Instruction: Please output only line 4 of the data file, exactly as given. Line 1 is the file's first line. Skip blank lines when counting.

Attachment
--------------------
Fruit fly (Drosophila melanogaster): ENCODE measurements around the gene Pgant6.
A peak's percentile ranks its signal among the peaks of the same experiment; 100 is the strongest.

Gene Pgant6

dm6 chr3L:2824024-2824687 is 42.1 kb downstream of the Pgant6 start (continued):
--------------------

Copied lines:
dm6 chr3L:2824024-2824687 is 42.1 kb downstream of the Pgant6 start (continued):